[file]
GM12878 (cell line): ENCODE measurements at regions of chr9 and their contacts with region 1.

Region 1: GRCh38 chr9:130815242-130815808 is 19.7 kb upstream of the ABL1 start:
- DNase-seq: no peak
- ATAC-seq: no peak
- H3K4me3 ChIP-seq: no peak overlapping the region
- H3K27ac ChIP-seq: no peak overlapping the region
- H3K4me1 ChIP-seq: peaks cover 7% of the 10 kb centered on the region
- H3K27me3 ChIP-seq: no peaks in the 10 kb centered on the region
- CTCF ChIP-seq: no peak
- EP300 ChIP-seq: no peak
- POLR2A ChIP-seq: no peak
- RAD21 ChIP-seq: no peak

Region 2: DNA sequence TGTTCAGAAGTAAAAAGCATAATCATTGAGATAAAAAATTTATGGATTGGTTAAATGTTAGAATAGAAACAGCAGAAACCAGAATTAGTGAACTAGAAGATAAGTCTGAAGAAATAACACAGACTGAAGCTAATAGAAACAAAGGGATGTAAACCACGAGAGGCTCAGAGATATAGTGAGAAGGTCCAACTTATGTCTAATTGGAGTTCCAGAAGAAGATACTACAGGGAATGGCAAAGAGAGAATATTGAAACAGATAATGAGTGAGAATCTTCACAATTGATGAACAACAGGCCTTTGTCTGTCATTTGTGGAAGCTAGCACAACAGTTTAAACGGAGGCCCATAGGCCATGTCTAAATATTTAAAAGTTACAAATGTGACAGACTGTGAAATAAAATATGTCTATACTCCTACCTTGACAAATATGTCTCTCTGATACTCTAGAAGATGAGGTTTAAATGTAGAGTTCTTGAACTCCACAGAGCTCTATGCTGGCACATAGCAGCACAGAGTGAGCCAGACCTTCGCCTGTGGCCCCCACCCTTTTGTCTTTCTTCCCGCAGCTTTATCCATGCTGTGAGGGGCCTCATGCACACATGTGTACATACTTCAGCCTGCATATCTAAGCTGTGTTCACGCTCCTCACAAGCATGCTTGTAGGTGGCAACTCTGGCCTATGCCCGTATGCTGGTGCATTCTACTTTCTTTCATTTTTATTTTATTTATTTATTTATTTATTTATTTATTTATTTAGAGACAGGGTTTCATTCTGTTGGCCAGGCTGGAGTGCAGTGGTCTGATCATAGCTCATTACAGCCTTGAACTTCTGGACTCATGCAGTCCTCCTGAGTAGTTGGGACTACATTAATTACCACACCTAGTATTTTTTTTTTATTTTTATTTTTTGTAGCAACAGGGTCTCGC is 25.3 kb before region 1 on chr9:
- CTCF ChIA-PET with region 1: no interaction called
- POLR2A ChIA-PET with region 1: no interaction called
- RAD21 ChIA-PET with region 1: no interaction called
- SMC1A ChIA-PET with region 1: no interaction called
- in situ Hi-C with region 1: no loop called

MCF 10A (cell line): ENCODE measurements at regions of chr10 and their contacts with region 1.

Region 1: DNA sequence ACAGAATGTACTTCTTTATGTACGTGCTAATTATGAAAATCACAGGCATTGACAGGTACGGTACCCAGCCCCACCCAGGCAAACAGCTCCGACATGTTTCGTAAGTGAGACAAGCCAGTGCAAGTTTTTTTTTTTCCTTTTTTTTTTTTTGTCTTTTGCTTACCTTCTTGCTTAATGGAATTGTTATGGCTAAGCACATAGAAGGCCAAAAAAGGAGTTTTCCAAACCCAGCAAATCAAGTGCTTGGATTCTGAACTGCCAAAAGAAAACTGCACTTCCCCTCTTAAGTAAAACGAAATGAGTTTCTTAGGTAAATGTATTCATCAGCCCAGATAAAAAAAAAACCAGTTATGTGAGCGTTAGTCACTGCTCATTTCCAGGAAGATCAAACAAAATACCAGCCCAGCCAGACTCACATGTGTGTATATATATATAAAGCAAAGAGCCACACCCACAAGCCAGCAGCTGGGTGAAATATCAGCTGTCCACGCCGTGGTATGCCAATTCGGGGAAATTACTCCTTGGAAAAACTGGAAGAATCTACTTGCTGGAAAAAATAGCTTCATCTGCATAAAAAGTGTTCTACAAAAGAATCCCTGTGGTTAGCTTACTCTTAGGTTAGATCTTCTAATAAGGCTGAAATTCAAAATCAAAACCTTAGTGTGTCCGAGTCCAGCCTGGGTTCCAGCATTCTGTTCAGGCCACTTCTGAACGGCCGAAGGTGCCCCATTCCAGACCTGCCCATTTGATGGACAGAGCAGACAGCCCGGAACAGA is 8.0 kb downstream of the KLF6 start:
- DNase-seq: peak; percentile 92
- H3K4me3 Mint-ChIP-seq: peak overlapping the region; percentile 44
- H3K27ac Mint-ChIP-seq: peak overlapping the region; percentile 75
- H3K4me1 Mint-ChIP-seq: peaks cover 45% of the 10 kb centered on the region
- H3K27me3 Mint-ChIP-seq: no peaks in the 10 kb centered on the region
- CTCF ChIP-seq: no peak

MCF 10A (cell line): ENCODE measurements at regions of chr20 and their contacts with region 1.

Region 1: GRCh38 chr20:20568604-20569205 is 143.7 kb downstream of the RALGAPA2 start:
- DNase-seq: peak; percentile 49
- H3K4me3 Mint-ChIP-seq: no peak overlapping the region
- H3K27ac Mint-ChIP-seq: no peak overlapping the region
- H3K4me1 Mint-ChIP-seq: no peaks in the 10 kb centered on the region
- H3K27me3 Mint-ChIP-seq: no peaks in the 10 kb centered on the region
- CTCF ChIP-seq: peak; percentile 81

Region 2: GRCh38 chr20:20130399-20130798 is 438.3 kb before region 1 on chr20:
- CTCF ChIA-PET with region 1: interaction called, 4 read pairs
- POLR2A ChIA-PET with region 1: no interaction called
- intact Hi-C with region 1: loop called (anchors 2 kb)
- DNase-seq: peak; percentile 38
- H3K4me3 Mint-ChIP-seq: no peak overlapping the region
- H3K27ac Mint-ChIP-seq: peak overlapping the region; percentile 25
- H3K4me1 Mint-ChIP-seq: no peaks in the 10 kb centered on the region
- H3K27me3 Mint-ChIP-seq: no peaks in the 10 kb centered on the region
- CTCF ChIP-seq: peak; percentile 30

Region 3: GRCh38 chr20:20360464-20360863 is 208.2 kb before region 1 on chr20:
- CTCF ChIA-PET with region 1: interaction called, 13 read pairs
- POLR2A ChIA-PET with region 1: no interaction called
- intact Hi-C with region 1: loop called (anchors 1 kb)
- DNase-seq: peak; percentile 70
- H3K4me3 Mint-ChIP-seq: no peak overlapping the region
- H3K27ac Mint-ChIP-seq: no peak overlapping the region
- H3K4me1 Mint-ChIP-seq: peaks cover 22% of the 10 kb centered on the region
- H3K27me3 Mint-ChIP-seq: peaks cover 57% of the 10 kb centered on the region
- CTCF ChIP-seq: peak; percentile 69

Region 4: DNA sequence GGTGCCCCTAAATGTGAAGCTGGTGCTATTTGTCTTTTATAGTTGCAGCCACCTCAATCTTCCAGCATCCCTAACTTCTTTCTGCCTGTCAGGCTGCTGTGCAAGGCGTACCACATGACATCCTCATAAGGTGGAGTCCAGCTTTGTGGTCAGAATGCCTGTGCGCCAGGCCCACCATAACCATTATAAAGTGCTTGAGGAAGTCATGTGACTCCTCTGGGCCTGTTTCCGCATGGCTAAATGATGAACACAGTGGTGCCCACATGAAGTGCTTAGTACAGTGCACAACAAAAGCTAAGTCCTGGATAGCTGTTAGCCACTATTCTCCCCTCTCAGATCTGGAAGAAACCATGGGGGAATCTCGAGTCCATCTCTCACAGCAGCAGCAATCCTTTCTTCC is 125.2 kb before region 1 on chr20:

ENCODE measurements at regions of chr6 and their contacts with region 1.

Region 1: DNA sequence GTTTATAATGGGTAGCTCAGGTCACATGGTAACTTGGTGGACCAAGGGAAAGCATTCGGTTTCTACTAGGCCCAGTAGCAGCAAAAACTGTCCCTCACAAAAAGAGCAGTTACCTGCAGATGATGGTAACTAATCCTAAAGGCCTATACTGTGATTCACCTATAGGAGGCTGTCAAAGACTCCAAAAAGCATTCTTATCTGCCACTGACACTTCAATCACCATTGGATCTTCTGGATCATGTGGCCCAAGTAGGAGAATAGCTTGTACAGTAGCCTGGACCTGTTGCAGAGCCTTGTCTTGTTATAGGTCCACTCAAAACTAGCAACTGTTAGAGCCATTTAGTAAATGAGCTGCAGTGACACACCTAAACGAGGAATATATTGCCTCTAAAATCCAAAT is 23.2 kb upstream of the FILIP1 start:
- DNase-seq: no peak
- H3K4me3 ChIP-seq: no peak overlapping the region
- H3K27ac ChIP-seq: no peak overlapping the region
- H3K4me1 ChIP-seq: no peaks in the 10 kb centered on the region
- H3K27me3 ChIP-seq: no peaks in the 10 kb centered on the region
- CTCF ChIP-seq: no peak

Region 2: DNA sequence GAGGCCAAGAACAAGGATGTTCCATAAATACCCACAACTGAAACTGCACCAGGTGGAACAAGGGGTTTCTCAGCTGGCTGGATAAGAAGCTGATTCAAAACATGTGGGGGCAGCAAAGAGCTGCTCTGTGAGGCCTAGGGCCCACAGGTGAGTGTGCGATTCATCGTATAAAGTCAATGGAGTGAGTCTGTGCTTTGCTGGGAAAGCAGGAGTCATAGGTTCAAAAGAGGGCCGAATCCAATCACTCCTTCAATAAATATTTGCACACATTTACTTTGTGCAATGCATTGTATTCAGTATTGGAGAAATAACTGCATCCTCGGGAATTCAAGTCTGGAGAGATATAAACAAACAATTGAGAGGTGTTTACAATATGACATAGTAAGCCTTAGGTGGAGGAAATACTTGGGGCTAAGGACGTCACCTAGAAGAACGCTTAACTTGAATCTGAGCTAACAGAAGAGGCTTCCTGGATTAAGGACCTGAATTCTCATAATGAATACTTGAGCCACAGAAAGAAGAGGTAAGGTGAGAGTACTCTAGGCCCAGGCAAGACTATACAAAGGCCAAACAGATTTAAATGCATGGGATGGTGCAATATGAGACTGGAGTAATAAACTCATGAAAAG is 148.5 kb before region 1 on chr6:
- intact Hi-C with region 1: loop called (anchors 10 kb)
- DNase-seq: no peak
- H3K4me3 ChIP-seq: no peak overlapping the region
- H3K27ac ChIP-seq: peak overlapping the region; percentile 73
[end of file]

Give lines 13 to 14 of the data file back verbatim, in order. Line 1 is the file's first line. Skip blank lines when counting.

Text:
Region 2: DNA sequence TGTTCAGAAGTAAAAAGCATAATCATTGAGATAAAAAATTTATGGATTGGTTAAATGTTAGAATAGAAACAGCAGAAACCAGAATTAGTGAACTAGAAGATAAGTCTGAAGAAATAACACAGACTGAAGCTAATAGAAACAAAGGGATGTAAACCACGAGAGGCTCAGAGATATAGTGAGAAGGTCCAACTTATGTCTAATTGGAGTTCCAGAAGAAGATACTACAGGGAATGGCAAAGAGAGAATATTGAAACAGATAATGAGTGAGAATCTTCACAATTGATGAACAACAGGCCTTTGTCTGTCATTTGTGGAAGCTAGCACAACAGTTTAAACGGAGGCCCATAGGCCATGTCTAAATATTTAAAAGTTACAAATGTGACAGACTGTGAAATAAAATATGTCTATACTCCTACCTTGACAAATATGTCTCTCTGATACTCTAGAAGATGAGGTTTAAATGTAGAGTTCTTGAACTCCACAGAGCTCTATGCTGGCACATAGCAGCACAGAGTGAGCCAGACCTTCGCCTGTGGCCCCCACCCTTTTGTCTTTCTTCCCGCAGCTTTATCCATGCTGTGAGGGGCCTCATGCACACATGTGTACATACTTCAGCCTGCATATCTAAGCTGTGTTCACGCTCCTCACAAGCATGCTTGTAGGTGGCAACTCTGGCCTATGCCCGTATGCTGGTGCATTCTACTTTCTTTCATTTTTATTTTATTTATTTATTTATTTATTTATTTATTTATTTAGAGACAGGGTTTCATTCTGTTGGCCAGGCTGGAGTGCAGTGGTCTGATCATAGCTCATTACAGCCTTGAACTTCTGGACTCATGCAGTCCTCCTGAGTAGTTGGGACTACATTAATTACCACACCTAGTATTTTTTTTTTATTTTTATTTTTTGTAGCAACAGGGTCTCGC is 25.3 kb before region 1 on chr9:
- CTCF ChIA-PET with region 1: no interaction called